Writer and director Adam McKay has hit the jackpot with this sci-fi thriller, cutting-edge satire, and thought-provoking parable about climate change. He has called this ambitious film "a dark satire in the school of Wag the Dog, Dr. Strangelove, and Network."
Considering the challenge of dealing with the end-of-the-world consequences of climate change, McKay asked himself, "How do you tell this story, the biggest story in 66,000 years, without exaggeration? How can we be looking at the greatest story in human history but most nights I'm not hearing it talked about -- or when it's being talked about, it's in the fourth block, or the ninth story down."
Kate Dibiasky (Jennifer Lawrence), an astronomy grad student at Michigan State University, and her professor, Dr. Randall Mindy (Leonardo DiCaprio), make the astonishing discovery of a comet zooming within our solar system. The problem: it's on a head-on collision course with Earth. Its impact in just six months would be an extinction level event for all life on the planet.
There's another major problem. No one really seems to care. Turns out warning humankind about a planet-killer the size of Mount Everest is a tough sell. People who do not know much about astronomy figure the experts will take care of such complicated things. Other people deny that it is happening or assert that it is some kind conspiracy.
Kate and Randall's spirits are lifted when they get a meeting with U.S. President Orlean (Meryl Streep), but this conservative politician is more interested in the upcoming midterm elections than anything the two Midwestern astronomers have to say. Her sycophantic son and Chief of Staff, Jason (Jonah Hill), is even more indifferent than his mother. Told they need to mobilize every possible way to divert the comet from its path, the President says she will sit tight and assess. "You cannot go around saying to people that there's a 100% chance that they're going to die," she says.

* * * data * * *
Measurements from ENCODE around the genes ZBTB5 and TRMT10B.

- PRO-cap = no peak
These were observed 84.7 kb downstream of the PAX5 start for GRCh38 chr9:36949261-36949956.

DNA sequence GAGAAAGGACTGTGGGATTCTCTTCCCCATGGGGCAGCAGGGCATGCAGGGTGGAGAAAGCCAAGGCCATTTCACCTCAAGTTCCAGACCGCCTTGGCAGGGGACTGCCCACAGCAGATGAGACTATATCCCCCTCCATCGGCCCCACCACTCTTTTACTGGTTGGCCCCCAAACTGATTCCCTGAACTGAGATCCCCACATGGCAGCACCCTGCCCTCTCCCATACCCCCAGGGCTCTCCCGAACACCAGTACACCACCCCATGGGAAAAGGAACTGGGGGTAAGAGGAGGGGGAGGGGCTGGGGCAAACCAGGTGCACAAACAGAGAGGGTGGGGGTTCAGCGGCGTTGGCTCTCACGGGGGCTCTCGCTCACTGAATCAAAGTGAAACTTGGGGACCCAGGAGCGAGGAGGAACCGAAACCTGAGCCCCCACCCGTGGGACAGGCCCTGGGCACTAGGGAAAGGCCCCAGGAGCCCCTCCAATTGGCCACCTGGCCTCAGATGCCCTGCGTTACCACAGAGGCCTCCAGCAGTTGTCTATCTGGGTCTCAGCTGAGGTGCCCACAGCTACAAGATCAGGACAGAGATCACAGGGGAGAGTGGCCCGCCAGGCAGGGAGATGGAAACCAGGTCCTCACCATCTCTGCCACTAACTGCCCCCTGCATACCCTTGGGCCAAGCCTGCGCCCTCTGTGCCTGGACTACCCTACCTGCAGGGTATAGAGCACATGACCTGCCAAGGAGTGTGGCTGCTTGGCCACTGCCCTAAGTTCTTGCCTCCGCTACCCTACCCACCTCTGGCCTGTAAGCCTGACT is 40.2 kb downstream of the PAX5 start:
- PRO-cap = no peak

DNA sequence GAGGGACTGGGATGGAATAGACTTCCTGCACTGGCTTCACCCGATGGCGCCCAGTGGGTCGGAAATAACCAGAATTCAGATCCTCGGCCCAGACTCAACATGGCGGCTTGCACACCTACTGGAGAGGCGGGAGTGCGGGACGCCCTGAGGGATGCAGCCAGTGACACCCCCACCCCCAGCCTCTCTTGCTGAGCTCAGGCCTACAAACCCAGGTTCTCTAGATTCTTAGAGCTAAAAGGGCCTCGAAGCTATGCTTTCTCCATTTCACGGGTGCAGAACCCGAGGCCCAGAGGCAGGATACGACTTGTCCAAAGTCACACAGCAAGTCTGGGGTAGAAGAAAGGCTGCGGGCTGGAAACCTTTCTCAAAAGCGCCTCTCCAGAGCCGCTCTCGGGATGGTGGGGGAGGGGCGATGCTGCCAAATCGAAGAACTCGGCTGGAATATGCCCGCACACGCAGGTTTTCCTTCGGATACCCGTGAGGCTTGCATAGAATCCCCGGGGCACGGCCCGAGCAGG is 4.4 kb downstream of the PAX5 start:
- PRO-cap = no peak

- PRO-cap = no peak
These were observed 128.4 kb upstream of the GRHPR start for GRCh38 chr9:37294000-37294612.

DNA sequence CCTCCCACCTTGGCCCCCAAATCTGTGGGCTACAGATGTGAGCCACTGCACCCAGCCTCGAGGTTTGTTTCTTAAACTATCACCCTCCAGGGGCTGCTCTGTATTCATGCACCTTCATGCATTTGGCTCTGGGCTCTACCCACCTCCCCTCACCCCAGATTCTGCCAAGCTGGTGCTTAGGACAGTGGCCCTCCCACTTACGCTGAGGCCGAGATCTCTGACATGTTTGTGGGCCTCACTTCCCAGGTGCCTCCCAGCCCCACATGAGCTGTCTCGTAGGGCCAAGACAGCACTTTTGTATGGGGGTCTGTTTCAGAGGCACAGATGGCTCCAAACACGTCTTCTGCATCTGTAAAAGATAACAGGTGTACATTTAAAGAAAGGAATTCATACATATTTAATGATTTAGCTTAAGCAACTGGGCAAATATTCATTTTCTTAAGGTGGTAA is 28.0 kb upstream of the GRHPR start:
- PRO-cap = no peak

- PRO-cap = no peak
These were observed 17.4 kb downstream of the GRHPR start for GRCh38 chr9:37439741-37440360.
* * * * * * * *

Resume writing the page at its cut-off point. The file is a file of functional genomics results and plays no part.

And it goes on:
Appalled at the officials' attitude, Kate and Randall, with the help of a NASA official, Dr. Teddy Oglethorpe (Rob Morgan), embark on a media tour to tell the American public about the impending disaster. Their first stop is "The Daily Rip," a very popular and upbeat morning show. The host, Brie Evantee (Cate Blanchett), is immediately sexually attracted to Randall and cannot keep her hands off him. Her co-host, Jack Bremmer (Tyler Perry), is not really interested in the comet catastrophe (unless it will take out his ex-wife's house in Florida) so he asks whether or not Randall thinks there is life on other planets. The hosts are just following the code voiced by a producer of "The Daily Rip": "Keep it light and fun."
Trying to break into the 24-hour news cycle and gain the attention of the social media obsessed public proves to be shockingly comical. When Kate erupts on television suggesting that if people only realized that the end of the world is coming, they would stay up all night crying, the image of her angry face goes viral as a meme. Later, after Randall is hired as a White House Science Advisor and appears to have been co-oped by the comet deniers, she goes home to Illinois where she starts a relationship with a young shoplifter (Timothee Chalamet). (Listen for his prayer at the end of the film.)